I've read the following in Edzard's "Sumerian Grammar" from 2003:

Determinatives: these are signs which precede or follow words or names in order to specify them as belonging to semantic groups. Determinatives can be proven not to have been pronounced (although doubt may exist in specific instances).

I can't, however, find any other sources about this. How can it be proven?

  • 1
    I'm not well read on Sumerian at all, but poetic meter could be a good method here. If the meter is known to have some structure (say, the iambic pentameter beloved of Early Modern English), but only when you ignore determinatives (which could obviously occur at any point in the line, and so cannot easily be incorporated into the structure of the meter), that would be good evidence that they weren't pronounced – Tristan May 6 '20 at 9:01
  • As long as we're guessing, also transcriptions and borrowings into other languages could provide clues. – Keelan May 6 '20 at 9:12
  • 1
    @Tristan - Unfortunately, "the Sumerian definition of poetry is unknown. It is not rhymed, although “comparable effects were sometimes exploited.” It did not use syllabo-tonic versification, and the writing system precludes detection of rhythm, metre, rhyme, or alliteration. Quantitative analysis of other possible poetic features seems to be lacking, or has been intentionally hidden by the scribes who recorded the writing." (From Wikipedia article Sumerian literature, the sources quoted are there, too.) – Yellow Sky May 6 '20 at 11:06

A good argument for determiners being silent can be this: names of different kinds of trees and names of wooden things were preceded by the determiner G̃IŠ (tree, wood, tool), for example:

  • G̃IŠ.nàd, G̃IŠ.ná: bed, couch ( = nú-a, 'to lie down' + nominative
  • G̃IŠ.kun4: ladder, stairs, threshold
  • G̃IŠ.kiri6: orchard, garden, palm grove (ki, 'place', + ru5, 'to send forth shoots, buds, or blossoms')
  • G̃IŠ.apin: n., seeder plow (a, 'seed', + bun, 'to blow')
  • G̃IŠ.zar: wagon shaft (Akkadian loanword, from serru(m) II)

In Sumerian nominative phrases, the head noun always came first, e.g. LUGAL 'king': LU 'man' + GAL 'big'. If we assume that the determiners were pronounced, then it follows that such words as 'ladder' or 'bed' were constructed as 'such-and-such tree/tool' where 'such-and-such' stands for attributes that help us distinguish, in my example, "lying-down tree/tool" from "ladder-like tree/tool", which sounds weird, just as weird as the analysis of the noun G̃IŠ.kiri6 'orchard' as "tree of blossom place" since orchard is actually a place, not a tree.

Also note the last word, G̃IŠ.zar 'wagon shaft' which was borrowed from Akkadian serru.

And now imagine an early Bronze Age language which is so logical that it groups together the bed, the ladder, the garden, the wagon shaft by adding the same morpheme to all such words. And even when borrowing a word for a new thing from a neighboring tribe, the speakers of the language (primitive illiterate peasants and fishermen) intuitively add the "tool" morpheme to it. As for me, it is more likely that it was the scribes who added that G̃IŠ sign for easier understanding of the written text than the Sumerian language originally was so logically classifying. In fact, the only known classification of nouns in Sumerian is as for animacy, there are two genders, animate and inanimate. This gender distinction goes through the whole system of the language, many noun cases are different for each gender, the verb agrees with both subject and object in that animacy. Now imagine that those determiners had been a thing in the Sumerian language. Wouldn't we have seen that logical system of categories reflected in the noun case and verb conjugation morphology? We can see nothing like that, though.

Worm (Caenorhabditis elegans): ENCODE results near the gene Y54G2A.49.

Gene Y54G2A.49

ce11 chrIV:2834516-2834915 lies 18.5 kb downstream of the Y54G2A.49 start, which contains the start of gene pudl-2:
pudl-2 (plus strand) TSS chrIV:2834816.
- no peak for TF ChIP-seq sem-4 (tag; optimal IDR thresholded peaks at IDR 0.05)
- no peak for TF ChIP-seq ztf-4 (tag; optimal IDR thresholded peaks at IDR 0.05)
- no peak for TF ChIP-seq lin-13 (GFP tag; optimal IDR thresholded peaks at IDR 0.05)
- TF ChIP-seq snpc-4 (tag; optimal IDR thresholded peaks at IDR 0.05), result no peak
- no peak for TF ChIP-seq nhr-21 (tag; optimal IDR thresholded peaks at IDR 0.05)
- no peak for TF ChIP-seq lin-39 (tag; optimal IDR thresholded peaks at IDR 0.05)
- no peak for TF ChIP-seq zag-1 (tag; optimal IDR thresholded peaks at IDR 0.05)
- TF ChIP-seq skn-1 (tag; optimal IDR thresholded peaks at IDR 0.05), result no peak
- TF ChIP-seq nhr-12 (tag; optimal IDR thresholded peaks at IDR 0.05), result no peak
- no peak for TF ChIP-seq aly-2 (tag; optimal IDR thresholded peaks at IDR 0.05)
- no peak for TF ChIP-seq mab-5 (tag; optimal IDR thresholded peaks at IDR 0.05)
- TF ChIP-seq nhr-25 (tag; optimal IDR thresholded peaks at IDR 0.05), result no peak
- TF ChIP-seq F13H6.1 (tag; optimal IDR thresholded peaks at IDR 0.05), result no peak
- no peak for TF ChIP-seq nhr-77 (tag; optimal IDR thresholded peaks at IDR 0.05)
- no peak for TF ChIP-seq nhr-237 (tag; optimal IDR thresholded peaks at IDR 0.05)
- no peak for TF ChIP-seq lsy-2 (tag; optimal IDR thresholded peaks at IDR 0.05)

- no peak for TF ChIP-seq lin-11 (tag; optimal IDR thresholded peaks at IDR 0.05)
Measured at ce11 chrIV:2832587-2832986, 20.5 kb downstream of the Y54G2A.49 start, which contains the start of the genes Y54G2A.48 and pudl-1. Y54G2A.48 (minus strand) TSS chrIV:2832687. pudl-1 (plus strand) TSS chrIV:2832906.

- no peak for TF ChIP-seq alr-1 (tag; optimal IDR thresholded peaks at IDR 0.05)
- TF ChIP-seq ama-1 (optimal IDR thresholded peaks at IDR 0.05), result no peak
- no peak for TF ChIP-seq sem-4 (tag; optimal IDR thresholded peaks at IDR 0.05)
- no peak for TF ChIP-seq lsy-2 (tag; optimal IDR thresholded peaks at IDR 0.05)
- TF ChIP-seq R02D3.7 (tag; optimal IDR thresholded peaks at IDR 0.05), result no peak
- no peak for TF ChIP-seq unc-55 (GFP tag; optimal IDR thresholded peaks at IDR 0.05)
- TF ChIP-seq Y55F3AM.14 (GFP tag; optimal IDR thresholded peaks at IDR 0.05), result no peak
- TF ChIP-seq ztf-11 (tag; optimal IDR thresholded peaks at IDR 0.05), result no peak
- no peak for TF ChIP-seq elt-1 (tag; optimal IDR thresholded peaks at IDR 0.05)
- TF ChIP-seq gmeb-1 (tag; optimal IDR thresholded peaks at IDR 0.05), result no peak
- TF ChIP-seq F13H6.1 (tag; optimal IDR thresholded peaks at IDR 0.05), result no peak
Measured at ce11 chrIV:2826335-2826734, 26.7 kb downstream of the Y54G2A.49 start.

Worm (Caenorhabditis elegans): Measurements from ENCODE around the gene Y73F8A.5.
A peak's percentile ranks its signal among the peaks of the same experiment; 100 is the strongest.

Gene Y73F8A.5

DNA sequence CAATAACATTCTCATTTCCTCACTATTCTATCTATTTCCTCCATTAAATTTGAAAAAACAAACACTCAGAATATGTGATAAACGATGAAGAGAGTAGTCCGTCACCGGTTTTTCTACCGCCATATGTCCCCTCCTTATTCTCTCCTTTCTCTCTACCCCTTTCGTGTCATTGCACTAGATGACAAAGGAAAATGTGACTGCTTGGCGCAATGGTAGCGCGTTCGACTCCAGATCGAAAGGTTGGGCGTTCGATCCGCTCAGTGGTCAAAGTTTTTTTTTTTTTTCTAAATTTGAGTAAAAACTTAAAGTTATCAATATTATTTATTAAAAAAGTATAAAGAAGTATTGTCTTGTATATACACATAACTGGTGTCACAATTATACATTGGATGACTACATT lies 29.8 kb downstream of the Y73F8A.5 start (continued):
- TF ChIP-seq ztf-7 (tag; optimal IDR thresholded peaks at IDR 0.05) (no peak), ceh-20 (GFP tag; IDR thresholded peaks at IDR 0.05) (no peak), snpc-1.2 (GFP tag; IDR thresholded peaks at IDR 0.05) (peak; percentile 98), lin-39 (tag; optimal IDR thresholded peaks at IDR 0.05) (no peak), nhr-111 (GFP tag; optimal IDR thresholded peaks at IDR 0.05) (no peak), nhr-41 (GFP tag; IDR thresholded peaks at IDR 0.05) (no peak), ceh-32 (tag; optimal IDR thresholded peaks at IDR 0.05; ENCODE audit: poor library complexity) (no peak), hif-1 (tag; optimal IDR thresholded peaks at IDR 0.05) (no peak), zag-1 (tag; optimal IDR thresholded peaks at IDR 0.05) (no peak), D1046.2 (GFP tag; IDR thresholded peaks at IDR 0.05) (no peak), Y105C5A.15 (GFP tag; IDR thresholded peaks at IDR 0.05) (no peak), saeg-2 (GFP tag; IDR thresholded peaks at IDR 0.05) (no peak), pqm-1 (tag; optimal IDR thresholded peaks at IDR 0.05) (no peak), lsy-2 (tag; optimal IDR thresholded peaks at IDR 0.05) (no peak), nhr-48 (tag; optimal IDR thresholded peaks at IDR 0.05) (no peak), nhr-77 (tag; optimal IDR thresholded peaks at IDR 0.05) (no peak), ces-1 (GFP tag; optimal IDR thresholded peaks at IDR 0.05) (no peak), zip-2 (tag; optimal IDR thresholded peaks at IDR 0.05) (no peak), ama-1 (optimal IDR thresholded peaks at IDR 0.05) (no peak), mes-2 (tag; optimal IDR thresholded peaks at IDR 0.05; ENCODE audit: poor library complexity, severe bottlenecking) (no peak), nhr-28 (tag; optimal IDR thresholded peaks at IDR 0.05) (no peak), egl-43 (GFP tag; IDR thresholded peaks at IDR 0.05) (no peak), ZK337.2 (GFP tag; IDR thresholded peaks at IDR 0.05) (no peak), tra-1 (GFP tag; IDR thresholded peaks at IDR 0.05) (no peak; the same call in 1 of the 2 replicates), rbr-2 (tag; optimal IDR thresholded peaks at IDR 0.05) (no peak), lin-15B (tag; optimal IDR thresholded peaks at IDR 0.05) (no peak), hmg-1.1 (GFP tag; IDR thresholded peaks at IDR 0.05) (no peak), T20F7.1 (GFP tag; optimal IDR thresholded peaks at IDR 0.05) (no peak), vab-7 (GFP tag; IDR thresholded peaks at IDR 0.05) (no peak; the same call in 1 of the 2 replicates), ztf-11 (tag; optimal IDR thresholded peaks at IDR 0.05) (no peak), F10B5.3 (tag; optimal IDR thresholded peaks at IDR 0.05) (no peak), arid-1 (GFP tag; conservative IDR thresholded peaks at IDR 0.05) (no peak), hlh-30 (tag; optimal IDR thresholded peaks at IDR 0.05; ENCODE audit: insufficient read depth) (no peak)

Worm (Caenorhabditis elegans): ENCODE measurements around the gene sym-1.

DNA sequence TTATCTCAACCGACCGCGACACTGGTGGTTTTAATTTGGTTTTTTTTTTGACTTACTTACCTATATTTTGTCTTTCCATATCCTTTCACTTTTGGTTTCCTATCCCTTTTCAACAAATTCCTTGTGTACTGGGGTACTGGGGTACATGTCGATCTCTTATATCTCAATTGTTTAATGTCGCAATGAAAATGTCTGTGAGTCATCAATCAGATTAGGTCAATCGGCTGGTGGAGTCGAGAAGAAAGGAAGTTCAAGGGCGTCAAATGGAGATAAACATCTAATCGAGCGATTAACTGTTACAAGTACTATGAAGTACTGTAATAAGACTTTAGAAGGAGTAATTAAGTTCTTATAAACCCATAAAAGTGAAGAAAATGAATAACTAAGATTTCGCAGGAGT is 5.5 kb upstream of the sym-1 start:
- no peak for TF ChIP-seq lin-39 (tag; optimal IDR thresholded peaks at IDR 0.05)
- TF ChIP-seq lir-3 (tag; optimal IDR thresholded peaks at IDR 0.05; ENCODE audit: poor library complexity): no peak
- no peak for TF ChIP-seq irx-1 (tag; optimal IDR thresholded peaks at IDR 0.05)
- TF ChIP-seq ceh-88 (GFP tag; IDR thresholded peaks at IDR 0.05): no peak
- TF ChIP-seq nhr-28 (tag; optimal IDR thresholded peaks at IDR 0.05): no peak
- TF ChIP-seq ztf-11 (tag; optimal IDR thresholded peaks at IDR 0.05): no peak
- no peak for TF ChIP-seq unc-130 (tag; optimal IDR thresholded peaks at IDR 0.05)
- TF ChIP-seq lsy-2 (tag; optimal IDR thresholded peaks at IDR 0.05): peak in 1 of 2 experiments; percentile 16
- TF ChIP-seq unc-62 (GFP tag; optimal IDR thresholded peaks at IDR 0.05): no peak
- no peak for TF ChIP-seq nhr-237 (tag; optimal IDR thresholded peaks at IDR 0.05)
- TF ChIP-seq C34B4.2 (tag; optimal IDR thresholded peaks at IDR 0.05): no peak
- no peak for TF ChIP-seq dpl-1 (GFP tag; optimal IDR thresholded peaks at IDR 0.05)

Another good indication is the use of determinatives in linguistically-unrelated languages that share the same writing system.

Classical Sumero-Akkadian cuneiform was used to write Sumerian (a language isolate), Akkadian (Semitic), Hittite (Indo-European), and a handful of others from various families. As far as we know, these languages don't have a common ancestor; they just happened to all be spoken in the same general area at a time when cuneiform was popular.

And yet all of these unrelated languages preface divine names with the DINGIR (DIŊIR) sign, names of professions with the LÚ sign, names of wooden objects with the GIŠ (ŊIŠ) sign, metal objects with URUDU, vessels with DUG, and so on.

Since these languages have practically nothing in common except the writing system, the simplest explanation is that these determinatives were a property of the writing system, not of the languages. In other words, there's no shared morpheme at the start of all words for wooden things across all these languages; there's just a scribal convention to write GIŠ in front of wooden objects, to make the reading easier.

(Sometimes the situation is less clear—it's entirely possible that names for regions actually did actually share a morpheme, for example, and we should read KUR Ḫatti "the land of Hatti" rather than KURḪatti "Hatti [place name]". But the fact that some signs are unspoken determinatives seems pretty certain.)

Your Answer

By clicking “Post Your Answer”, you agree to our terms of service, privacy policy and cookie policy

Not the answer you're looking for? Browse other questions tagged or ask your own question.